12. You might say his gun is Only in Hero ID. Very occasionally you might catch him without it, in which case he has his 1/2D6 HKA "object of opportunity" and combines that with 1/2D6 Killing Strike (D6+1 total, 2D6 with Str, uses combat levels to target the head and get x2 Body).
  13. I've only recently seen the first two movies. I was surprised how good they were. Overall, I'd say you should decide what your baseline "professional assassin" template is going to be. These are the goons who John Wick massacres throughout his films. Take that and strap on about 6 Dex, 3 Speed. 2 levels of combat luck, 3 or 4 levels with guns, +6 levels only for hit locations, the rapid attack talent, fast healing talent, and a martial arts package with joint locks, throws, and choke holds. That'll be a pretty decent approximation, I think. As far as his ability to always have a gun, you might just buy his standard firearm 0 Endurance. The special effect is that he's actually reloading, he just keeps finding ammo, and there's always enough of a break in the action so that he can swap in a new magazine or grab a new gun because he's that damn good.
  14. I doubt we are anywhere near that point. Once I stopped watching cable "news" shows and searching for conflict online, most people I deal with are just going on happy with their lives. They aren't anywhere near the "hang the bastards" level of angry. I mean, they might say it sometimes, but nobody is actually trying to do it. From a cynical perspective, 90% of the rest of the world has already agreed to go along with Imperial America. Wherever you are, we probably have troops in your country right now. We didn't have to invade, you invited us in. Generally it's been beneficial for everybody to be on the same team. It's like the JLA, and we get to be Superman. And Batman.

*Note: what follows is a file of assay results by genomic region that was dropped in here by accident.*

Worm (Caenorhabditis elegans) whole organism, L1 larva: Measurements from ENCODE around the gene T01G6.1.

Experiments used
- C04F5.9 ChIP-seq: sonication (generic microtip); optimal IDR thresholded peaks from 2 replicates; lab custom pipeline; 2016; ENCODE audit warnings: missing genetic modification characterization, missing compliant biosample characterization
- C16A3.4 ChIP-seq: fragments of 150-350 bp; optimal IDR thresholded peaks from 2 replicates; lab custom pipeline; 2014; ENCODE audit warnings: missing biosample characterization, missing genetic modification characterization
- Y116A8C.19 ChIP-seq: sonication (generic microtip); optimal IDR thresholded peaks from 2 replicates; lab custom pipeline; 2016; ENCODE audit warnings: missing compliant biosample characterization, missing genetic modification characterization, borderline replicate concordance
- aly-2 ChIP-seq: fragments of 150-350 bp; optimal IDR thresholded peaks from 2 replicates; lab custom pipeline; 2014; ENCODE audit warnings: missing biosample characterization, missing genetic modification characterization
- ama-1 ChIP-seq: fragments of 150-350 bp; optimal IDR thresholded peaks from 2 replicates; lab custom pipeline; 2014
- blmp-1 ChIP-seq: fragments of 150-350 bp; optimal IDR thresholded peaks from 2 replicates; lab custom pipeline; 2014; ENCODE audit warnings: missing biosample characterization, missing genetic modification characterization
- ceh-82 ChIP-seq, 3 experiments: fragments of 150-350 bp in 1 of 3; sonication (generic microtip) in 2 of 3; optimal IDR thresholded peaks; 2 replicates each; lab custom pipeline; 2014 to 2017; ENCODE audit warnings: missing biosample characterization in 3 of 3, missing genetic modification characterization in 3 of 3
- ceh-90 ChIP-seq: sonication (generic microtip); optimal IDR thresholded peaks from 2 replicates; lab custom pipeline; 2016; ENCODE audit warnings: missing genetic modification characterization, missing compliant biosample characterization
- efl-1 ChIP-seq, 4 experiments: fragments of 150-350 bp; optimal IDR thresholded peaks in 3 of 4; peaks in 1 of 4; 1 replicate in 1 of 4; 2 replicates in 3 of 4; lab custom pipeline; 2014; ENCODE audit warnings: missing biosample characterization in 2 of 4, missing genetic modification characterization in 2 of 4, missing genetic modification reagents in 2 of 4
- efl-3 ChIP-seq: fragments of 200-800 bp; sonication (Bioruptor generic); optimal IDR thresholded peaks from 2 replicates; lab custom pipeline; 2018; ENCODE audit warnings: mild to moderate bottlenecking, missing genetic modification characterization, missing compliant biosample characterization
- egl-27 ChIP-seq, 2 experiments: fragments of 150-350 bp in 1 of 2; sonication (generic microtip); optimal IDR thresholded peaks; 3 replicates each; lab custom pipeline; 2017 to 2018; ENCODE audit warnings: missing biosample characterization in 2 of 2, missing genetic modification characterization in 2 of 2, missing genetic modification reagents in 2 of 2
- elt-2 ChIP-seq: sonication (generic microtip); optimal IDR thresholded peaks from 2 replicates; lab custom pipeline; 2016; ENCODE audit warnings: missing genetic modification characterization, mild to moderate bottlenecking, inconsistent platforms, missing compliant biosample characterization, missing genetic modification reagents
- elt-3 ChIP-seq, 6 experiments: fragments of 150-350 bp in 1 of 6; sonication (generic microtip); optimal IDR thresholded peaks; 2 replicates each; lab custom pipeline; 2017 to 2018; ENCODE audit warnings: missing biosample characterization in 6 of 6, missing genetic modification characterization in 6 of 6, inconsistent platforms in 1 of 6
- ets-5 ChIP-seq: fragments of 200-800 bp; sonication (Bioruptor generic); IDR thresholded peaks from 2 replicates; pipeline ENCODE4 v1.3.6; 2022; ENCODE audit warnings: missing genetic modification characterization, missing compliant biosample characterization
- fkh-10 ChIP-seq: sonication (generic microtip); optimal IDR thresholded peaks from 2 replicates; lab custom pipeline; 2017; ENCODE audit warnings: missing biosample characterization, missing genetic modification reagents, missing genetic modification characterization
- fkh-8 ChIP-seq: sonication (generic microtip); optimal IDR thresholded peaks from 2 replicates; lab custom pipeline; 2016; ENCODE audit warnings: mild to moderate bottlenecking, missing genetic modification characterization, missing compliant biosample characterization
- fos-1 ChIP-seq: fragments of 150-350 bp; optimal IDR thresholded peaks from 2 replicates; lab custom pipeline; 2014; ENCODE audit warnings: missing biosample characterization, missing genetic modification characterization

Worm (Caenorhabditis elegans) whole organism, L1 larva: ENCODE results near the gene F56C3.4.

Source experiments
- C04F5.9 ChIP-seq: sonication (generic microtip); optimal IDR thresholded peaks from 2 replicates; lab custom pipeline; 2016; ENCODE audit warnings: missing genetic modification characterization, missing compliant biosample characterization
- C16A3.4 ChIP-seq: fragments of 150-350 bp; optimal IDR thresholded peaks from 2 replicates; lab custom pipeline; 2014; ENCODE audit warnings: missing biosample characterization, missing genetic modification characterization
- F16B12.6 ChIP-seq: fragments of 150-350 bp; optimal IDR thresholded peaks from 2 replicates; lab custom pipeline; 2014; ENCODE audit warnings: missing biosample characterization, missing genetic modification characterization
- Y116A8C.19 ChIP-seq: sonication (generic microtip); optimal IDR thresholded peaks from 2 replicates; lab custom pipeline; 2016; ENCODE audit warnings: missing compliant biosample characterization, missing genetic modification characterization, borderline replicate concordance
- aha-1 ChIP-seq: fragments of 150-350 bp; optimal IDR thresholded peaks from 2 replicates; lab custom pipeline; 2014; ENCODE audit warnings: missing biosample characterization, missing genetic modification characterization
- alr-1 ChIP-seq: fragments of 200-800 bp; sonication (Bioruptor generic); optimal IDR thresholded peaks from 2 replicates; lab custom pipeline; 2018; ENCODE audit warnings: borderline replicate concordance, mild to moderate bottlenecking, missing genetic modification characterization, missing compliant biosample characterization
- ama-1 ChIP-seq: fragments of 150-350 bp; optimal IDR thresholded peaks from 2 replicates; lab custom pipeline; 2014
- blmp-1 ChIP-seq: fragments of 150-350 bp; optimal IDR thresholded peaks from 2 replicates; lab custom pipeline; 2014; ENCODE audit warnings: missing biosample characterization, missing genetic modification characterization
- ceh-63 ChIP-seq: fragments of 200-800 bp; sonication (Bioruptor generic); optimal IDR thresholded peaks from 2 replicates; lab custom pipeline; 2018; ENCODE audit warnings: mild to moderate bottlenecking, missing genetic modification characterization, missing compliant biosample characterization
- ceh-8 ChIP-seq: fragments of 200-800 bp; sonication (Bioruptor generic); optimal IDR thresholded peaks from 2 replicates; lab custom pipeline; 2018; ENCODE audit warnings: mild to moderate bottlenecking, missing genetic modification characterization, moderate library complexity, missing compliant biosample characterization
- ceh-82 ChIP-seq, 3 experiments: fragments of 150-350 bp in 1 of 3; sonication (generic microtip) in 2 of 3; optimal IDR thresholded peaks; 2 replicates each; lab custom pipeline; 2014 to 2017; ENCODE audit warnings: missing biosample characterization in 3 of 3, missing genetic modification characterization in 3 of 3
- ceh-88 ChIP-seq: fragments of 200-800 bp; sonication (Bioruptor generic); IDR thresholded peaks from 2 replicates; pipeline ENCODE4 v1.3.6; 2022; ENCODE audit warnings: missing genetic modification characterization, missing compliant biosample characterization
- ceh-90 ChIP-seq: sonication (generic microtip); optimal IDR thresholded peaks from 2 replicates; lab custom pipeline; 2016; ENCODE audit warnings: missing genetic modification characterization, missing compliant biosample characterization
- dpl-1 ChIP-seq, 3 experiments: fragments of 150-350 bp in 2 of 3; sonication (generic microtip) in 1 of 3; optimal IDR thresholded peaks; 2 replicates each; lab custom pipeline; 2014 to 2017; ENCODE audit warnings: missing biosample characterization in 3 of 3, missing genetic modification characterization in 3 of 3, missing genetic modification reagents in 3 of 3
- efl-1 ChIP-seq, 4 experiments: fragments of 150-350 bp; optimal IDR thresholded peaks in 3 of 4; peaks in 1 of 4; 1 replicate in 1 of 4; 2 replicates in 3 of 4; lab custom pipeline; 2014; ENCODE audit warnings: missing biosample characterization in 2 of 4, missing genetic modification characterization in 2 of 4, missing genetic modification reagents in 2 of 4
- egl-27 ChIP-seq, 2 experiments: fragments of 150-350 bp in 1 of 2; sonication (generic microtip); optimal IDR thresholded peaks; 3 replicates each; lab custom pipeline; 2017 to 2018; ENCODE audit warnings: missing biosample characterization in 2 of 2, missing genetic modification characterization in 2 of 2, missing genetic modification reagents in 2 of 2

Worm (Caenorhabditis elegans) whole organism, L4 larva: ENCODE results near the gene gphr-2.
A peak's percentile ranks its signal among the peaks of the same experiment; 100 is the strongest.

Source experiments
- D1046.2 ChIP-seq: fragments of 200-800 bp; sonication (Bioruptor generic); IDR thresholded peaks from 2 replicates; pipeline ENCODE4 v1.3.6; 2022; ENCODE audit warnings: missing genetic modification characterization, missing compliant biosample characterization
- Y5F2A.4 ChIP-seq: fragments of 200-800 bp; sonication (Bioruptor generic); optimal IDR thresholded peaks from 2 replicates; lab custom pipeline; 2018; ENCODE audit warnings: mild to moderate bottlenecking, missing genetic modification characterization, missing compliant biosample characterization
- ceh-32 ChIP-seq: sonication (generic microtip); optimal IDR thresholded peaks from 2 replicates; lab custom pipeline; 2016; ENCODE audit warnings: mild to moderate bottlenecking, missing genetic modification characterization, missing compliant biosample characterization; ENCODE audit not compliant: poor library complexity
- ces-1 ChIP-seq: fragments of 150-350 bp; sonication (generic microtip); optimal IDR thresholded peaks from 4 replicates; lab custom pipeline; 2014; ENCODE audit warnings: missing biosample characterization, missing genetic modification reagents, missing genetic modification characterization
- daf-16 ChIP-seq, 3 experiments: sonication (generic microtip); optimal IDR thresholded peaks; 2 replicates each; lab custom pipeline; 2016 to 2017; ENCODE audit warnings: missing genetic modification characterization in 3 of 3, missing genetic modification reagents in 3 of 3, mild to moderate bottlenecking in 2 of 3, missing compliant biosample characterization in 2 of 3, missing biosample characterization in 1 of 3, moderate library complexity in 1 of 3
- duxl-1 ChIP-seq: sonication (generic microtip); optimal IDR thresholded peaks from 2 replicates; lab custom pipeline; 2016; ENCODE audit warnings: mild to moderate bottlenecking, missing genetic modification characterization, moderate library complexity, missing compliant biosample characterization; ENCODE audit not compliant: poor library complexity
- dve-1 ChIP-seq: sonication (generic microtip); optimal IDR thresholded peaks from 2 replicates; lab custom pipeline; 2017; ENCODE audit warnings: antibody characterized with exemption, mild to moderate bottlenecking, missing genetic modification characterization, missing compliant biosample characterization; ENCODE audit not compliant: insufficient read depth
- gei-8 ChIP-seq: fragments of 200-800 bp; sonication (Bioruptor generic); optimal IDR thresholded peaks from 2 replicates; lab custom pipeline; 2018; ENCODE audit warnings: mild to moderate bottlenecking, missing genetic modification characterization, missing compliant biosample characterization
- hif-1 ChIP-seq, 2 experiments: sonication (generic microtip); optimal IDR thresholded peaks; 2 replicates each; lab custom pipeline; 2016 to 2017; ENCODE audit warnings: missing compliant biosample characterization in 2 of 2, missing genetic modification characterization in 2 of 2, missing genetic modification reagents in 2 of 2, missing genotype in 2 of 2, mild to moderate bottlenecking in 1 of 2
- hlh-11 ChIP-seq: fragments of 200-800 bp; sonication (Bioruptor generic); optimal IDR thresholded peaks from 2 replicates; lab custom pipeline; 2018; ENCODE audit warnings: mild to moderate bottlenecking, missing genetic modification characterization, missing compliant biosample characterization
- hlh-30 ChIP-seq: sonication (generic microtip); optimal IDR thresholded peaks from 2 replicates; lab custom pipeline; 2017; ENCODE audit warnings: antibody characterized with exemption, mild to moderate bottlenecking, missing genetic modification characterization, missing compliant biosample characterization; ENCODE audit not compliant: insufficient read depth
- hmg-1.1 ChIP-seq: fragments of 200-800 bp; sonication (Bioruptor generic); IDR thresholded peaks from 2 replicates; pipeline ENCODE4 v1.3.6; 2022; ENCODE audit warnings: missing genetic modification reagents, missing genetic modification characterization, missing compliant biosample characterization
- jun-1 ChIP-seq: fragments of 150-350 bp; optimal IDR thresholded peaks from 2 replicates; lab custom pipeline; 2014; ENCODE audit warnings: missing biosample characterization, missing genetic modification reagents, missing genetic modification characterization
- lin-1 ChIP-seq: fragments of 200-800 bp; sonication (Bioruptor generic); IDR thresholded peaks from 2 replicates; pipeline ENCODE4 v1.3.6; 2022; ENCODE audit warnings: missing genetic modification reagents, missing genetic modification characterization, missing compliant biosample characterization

15. The HERO System is a roleplaying game ruleset, intended to support any genre of play, from sci-fi to horror, from fantasy to superheroes. It is a point based system, where players purchase the abilities they want, and characters are balanced against one another by starting with the same number of total points. The GM determines what types of abilities are appropriate for the story (i.e., no starships in a Victorian vampire tale), but within those limits players are free to customize their characters and are not bound by artificial class restrictions. The rules do not change from one setting to the next. Superheroes use the same game mechanics as fantasy adventurers, though they may be built on many more points (and thus have far more power). Skill checks are resolved with a 3D6 roll (with a lower roll being better), whereas damage or effect rolls have multiple D6s added together (rolling high being better). The game rules are "exposed", meaning each ability will begin with a descriptive name, followed by a shorthand version of the appropriate power (Zarhan's Smiting Blast -- 3D6 Ranged Killing Attack, requires gestures and incantations). Customization options are almost limitless. A comprehensive system of Powers, Advantages, and Limitations, means that players and GMs can fine tune their characters and NPCs to have exactly the kinds of abilities they want. The HERO System lends itself well to player groups who like to tinker. While there are many pregenerated settings to choose from, the many options available means that most groups will want to change one thing or another. There are often multiple "right ways" to accomplish something in the HERO System. Your lightning bolt spell could use any of half a dozen different Power combinations. You build it the way *you* want it to work. 297 words, by my count.